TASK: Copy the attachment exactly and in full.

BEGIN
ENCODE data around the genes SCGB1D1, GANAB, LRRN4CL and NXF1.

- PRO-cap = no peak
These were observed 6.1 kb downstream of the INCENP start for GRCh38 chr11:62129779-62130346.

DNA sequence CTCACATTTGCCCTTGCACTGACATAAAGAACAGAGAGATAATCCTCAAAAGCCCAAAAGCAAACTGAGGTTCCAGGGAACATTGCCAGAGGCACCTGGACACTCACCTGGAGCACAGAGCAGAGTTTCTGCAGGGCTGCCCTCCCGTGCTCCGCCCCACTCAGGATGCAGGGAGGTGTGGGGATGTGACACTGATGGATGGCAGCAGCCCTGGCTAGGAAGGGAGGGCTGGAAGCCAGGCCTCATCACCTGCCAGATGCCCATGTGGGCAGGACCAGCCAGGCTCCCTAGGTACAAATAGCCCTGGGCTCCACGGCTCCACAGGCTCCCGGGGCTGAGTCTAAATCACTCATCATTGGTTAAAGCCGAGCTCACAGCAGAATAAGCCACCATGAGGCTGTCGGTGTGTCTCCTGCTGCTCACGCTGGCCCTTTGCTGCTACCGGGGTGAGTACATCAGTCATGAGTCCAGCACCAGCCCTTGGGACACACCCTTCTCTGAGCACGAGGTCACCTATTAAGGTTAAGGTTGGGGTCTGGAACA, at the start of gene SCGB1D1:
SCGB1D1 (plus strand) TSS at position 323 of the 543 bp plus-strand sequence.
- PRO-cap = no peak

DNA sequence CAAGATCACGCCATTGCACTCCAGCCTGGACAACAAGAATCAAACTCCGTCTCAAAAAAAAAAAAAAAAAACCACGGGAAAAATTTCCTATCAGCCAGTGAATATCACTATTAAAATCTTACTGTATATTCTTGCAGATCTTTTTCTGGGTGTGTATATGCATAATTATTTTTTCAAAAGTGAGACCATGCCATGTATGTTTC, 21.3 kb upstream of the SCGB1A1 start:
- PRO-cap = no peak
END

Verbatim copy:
ENCODE data around the genes SCGB1D1, GANAB, LRRN4CL and NXF1.

- PRO-cap = no peak
These were observed 6.1 kb downstream of the INCENP start for GRCh38 chr11:62129779-62130346.

DNA sequence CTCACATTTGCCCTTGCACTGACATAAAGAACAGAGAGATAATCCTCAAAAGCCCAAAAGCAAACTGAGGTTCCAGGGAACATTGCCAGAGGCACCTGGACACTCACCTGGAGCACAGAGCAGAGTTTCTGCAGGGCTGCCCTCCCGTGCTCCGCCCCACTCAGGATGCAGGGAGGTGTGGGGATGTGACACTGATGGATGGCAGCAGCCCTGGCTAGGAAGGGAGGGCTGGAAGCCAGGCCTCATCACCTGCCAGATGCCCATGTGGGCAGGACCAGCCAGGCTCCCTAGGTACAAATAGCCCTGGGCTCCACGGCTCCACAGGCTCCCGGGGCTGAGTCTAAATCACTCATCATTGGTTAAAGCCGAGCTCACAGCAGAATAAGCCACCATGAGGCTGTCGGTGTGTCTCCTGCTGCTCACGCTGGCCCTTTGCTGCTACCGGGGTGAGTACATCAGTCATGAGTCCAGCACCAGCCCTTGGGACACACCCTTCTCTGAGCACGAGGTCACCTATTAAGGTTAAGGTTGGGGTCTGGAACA, at the start of gene SCGB1D1:
SCGB1D1 (plus strand) TSS at position 323 of the 543 bp plus-strand sequence.
- PRO-cap = no peak

DNA sequence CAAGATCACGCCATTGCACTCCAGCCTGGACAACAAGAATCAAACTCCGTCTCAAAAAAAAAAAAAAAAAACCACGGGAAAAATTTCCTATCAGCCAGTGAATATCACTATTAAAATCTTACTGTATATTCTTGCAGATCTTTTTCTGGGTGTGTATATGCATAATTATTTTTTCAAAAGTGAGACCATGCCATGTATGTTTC, 21.3 kb upstream of the SCGB1A1 start:
- PRO-cap = no peak